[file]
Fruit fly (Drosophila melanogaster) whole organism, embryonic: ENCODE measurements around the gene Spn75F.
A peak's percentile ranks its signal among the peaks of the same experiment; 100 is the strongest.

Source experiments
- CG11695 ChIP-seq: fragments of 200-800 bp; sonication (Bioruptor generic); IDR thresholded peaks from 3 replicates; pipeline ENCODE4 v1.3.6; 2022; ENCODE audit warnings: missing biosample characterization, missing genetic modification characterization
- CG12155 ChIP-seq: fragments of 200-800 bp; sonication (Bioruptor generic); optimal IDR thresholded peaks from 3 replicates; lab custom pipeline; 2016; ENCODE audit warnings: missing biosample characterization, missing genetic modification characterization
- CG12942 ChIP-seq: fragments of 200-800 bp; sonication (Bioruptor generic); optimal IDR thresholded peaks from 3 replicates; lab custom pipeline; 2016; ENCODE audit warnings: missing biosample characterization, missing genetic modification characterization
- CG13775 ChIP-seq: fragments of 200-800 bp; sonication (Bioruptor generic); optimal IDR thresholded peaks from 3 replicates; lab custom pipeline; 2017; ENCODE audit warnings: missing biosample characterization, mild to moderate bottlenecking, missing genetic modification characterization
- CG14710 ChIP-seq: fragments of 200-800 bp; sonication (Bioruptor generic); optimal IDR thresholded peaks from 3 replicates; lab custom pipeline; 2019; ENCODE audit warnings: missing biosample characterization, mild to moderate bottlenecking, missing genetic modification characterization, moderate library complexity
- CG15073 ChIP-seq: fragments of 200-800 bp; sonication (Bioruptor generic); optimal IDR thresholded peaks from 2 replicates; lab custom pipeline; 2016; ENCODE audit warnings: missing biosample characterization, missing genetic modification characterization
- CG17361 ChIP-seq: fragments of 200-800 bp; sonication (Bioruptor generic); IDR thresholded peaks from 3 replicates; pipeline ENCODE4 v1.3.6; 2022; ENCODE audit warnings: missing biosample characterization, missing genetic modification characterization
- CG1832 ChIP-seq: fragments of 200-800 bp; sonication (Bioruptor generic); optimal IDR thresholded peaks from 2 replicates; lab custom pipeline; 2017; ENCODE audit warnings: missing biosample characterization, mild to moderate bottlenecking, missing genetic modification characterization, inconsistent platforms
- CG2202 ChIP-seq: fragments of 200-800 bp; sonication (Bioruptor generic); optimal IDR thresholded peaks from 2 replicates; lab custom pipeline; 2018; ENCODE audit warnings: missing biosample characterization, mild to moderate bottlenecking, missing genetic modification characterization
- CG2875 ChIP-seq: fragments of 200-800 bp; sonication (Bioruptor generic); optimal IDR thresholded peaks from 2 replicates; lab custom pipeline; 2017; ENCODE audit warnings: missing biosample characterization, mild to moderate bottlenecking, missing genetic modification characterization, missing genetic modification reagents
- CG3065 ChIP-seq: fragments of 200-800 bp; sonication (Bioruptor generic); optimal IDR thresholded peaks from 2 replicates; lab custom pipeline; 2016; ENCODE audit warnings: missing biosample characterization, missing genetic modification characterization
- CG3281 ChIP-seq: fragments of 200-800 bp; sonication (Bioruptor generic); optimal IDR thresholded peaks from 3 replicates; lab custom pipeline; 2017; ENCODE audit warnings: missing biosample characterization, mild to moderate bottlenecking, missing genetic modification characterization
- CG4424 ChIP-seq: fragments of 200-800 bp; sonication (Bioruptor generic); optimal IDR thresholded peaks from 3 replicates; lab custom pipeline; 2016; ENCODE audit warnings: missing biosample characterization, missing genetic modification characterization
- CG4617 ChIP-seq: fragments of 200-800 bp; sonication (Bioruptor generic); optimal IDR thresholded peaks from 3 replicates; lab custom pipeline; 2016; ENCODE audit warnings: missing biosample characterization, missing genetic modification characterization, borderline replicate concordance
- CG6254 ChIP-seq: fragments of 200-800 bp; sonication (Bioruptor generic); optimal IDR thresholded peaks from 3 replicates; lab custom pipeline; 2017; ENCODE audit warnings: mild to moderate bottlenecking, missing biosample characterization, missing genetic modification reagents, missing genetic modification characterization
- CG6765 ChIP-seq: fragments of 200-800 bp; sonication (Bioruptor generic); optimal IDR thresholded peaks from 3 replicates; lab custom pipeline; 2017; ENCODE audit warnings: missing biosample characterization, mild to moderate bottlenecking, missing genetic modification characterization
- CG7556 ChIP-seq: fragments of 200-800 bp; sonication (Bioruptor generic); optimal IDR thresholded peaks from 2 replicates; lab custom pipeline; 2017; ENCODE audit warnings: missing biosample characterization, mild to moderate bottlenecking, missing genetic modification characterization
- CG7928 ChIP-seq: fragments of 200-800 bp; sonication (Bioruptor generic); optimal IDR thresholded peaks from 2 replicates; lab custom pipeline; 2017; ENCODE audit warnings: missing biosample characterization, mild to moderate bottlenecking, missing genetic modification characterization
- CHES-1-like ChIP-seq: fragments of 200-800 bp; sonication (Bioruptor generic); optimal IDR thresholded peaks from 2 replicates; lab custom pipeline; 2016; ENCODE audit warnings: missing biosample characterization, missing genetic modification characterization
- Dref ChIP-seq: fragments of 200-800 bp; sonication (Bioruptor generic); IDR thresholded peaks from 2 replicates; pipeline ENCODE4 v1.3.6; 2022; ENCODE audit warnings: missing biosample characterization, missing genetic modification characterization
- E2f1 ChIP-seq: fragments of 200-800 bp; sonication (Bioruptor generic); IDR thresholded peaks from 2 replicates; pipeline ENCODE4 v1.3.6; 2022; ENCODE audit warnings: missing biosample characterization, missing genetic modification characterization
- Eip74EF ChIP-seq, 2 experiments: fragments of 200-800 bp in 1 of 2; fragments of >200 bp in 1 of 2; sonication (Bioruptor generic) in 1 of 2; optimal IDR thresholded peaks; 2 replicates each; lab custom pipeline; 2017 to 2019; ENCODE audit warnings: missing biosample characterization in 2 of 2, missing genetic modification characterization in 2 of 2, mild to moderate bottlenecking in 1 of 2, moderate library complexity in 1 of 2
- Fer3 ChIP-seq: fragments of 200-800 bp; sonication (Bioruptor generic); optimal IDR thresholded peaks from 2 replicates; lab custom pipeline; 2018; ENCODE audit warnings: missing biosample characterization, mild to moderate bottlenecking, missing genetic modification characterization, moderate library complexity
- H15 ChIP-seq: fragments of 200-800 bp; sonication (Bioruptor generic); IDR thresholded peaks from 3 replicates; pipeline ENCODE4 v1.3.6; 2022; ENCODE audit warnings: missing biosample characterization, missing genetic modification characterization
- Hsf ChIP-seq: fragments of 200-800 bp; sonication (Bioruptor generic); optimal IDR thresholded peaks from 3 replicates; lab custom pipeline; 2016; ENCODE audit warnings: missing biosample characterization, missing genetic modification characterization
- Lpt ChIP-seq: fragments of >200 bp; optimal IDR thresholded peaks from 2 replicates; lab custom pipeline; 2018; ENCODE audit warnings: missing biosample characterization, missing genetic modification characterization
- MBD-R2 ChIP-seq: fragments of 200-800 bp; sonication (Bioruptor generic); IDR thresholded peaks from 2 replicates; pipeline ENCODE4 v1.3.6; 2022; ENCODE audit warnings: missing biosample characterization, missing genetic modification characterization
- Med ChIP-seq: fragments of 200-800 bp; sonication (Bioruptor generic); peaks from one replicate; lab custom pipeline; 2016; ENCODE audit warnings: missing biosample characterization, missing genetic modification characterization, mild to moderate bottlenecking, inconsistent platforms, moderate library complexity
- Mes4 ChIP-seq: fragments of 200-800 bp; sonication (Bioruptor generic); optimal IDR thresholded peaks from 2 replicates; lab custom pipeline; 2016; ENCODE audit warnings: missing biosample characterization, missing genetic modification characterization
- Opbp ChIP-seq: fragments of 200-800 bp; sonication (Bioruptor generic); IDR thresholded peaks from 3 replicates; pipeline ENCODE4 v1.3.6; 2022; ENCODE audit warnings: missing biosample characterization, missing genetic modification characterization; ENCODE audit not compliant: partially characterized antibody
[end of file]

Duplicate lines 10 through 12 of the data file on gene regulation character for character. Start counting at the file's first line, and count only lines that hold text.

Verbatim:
- CG17361 ChIP-seq: fragments of 200-800 bp; sonication (Bioruptor generic); IDR thresholded peaks from 3 replicates; pipeline ENCODE4 v1.3.6; 2022; ENCODE audit warnings: missing biosample characterization, missing genetic modification characterization
- CG1832 ChIP-seq: fragments of 200-800 bp; sonication (Bioruptor generic); optimal IDR thresholded peaks from 2 replicates; lab custom pipeline; 2017; ENCODE audit warnings: missing biosample characterization, mild to moderate bottlenecking, missing genetic modification characterization, inconsistent platforms
- CG2202 ChIP-seq: fragments of 200-800 bp; sonication (Bioruptor generic); optimal IDR thresholded peaks from 2 replicates; lab custom pipeline; 2018; ENCODE audit warnings: missing biosample characterization, mild to moderate bottlenecking, missing genetic modification characterization